In 1952, Herbert Read, well-known art critic, and anarchist soon to become a Knight of the Realm, coined the striking phrase ‘the geometry of fear’. It described a new tendency in post-war British
sculpture, informed by Existentialism, and characterised by tortured metal forms. By contrast, Stefanos Tsivopoulos’ video, which takes Read’s phrase as its title, is sedate—if faintly ominous—as it carefully describes the architecture, décor and apparatus of the Hellenic Parliament. It was recorded in 2012 at a period of deep crisis between elections when the Parliament did not sit
for over a month. In this long moment of hiatus, Tsivopoulos picks out the grand if awkward neo-classical interior (the chamber had been converted from the ballroom of a Royal Palace), the strange mix of outdated high-tech equipment and conservative signs of distinction—the leather seats which flip up when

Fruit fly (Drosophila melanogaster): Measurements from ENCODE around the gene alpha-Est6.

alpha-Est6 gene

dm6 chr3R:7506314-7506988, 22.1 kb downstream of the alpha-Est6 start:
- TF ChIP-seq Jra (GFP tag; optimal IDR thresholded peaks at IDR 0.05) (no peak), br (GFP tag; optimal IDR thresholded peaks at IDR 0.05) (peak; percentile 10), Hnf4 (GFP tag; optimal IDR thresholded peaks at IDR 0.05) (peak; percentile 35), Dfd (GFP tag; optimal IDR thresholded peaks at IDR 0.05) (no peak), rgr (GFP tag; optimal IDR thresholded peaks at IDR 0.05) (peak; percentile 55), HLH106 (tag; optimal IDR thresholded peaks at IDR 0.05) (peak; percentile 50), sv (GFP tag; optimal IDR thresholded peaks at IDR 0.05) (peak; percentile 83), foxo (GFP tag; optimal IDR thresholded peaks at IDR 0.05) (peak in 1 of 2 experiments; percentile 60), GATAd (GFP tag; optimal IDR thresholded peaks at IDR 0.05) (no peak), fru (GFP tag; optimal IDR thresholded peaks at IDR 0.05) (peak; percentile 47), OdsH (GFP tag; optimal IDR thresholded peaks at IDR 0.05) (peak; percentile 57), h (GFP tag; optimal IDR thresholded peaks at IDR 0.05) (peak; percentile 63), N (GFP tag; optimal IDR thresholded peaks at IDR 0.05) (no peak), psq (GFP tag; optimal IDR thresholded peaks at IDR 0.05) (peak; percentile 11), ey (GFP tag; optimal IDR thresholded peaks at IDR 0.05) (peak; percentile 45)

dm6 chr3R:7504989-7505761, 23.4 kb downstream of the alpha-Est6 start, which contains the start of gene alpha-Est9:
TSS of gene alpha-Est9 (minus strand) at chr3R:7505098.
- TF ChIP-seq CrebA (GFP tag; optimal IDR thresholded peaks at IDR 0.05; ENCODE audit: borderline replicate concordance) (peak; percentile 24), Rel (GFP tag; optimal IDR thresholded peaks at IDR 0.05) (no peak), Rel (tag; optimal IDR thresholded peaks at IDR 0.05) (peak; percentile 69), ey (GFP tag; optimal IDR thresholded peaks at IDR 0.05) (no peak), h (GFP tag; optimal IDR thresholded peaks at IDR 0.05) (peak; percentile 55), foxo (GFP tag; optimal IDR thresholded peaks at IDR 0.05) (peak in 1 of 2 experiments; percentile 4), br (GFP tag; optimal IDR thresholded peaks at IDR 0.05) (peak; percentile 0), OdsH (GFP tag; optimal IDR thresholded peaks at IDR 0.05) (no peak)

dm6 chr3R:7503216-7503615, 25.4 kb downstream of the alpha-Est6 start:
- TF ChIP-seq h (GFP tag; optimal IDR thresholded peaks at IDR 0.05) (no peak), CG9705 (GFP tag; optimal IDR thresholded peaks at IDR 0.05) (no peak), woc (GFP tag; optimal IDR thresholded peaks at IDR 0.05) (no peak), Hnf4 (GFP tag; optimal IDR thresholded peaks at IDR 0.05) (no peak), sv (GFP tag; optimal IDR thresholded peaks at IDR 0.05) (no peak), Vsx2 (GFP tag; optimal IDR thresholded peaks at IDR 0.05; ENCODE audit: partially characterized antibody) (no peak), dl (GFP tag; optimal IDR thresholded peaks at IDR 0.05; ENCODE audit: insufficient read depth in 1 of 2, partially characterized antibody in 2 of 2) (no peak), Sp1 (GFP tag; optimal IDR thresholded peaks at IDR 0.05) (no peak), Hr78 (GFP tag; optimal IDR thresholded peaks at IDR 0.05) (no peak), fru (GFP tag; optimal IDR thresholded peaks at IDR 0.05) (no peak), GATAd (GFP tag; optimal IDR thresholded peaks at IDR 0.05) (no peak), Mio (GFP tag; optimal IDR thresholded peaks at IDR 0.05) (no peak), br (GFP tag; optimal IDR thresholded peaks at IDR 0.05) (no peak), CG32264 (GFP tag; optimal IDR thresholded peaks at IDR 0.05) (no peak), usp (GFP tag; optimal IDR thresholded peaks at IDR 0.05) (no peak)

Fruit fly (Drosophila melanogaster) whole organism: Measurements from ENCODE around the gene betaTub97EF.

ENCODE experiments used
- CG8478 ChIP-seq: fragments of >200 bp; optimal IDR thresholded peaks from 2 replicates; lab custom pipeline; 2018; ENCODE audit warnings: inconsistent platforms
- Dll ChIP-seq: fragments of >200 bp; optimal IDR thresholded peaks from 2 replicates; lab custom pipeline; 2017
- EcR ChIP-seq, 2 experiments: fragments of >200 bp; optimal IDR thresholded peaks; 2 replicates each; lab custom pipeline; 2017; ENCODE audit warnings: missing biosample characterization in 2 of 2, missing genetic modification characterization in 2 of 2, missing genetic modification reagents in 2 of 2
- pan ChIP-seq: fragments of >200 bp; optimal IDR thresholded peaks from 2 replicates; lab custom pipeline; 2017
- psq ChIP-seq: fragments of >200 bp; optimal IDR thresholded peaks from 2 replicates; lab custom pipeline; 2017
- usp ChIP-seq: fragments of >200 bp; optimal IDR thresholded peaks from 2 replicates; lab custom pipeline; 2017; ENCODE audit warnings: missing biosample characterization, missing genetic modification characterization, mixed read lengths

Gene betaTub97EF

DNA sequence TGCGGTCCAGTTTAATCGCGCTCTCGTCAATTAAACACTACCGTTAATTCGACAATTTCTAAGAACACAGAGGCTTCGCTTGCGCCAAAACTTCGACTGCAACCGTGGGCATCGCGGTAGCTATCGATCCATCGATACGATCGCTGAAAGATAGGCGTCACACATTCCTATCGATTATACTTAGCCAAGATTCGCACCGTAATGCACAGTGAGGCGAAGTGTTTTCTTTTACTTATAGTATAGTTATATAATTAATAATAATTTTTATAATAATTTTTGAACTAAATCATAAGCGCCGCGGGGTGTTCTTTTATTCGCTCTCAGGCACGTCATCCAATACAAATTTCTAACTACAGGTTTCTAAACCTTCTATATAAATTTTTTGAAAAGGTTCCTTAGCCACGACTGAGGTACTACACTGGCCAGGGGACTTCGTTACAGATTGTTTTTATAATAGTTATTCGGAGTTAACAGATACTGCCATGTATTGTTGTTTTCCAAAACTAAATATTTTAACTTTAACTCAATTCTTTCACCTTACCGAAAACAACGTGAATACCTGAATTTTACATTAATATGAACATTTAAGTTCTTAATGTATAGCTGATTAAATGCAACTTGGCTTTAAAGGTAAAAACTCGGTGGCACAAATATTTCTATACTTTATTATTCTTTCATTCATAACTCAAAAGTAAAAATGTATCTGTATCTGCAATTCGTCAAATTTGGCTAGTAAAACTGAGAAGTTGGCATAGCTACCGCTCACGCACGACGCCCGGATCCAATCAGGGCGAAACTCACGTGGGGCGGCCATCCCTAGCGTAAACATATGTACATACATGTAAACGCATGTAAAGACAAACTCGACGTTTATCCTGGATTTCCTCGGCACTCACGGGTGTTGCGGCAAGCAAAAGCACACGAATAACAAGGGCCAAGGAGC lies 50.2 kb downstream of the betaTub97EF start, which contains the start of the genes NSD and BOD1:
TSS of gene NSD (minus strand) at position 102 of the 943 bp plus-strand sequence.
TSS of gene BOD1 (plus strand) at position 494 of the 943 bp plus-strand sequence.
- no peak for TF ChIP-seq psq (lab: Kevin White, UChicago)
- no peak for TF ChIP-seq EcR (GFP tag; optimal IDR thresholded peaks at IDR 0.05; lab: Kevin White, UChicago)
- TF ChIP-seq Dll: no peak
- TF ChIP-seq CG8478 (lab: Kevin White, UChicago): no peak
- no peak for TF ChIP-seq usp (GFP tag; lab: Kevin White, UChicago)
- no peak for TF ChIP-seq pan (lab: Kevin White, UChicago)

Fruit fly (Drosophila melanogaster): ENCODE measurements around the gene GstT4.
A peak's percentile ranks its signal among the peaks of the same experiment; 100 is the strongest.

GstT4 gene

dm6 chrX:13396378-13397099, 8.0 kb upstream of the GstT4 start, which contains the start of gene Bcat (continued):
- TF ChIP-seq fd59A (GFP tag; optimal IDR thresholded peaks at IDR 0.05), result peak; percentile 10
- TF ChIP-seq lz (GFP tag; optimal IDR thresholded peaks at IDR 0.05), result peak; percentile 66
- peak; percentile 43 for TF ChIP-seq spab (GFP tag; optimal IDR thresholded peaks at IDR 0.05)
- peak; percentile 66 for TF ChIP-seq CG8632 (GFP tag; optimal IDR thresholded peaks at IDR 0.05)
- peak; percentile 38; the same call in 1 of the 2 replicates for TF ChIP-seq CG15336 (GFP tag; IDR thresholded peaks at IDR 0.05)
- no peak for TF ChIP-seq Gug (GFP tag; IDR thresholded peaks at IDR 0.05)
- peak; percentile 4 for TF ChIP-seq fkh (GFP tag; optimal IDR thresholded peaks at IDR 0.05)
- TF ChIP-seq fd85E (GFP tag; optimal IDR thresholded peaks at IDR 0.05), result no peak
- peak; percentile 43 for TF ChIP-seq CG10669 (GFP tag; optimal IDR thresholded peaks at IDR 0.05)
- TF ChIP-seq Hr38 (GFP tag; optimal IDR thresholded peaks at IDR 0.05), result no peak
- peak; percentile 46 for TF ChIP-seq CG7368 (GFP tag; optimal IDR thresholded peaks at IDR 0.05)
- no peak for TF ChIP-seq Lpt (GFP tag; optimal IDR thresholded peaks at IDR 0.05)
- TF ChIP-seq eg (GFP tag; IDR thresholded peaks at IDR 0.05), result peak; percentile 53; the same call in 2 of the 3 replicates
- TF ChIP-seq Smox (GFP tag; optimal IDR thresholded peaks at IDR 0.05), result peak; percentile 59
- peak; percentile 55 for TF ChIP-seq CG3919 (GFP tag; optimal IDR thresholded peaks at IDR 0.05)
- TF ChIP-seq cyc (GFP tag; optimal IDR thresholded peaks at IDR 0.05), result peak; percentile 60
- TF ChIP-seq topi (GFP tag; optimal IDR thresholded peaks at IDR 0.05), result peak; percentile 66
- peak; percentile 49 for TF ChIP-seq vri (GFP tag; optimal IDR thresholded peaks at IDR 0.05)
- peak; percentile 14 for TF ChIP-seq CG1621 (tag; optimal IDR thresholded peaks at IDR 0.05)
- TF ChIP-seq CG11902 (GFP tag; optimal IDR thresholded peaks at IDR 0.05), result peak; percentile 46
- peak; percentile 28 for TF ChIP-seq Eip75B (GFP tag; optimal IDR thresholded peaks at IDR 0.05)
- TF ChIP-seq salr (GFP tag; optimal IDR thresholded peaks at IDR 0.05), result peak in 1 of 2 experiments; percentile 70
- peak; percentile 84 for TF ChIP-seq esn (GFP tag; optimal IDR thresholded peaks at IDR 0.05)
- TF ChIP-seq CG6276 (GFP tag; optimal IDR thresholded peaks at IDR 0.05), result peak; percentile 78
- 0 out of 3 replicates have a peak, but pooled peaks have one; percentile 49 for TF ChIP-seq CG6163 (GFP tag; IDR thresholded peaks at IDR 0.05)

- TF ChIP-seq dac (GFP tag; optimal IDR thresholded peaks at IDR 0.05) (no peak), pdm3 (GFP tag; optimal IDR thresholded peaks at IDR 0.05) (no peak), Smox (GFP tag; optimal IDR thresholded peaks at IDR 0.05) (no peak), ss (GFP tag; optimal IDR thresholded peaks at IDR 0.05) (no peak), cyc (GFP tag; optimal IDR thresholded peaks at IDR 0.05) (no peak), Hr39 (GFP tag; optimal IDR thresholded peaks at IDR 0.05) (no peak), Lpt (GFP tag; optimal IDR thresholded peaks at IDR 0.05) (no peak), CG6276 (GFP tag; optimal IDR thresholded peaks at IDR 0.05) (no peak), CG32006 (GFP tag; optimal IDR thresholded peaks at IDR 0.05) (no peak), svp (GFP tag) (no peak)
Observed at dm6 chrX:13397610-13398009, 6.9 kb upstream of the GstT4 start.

empty like those in a cinema, the voting machines and the traces of ink wells, and the clocks set to zero. The emptiness of the chamber is eloquent and prescient. The crisis was caused by the global financial crash of 2008, made worse by gross mismanagement and corruption among the two main
parties, which became discredited as a possible exit from the EU loomed. New forces were emerging which challenged not just the neoliberal consensus but, with Golden Dawn, democracy itself. As the crisis unfolded, it became apparent that the democratic will of the Greek people would hold no sway over the enforcement of EU austerity politics: the chamber might as well have been permanently vacant. In most of Tsivopoulos’ video, the microphones are with slight variations seen facing the same
way; but there is a moment when two face each other in opposing directions, a sign we might think of the violent political antagonism to come.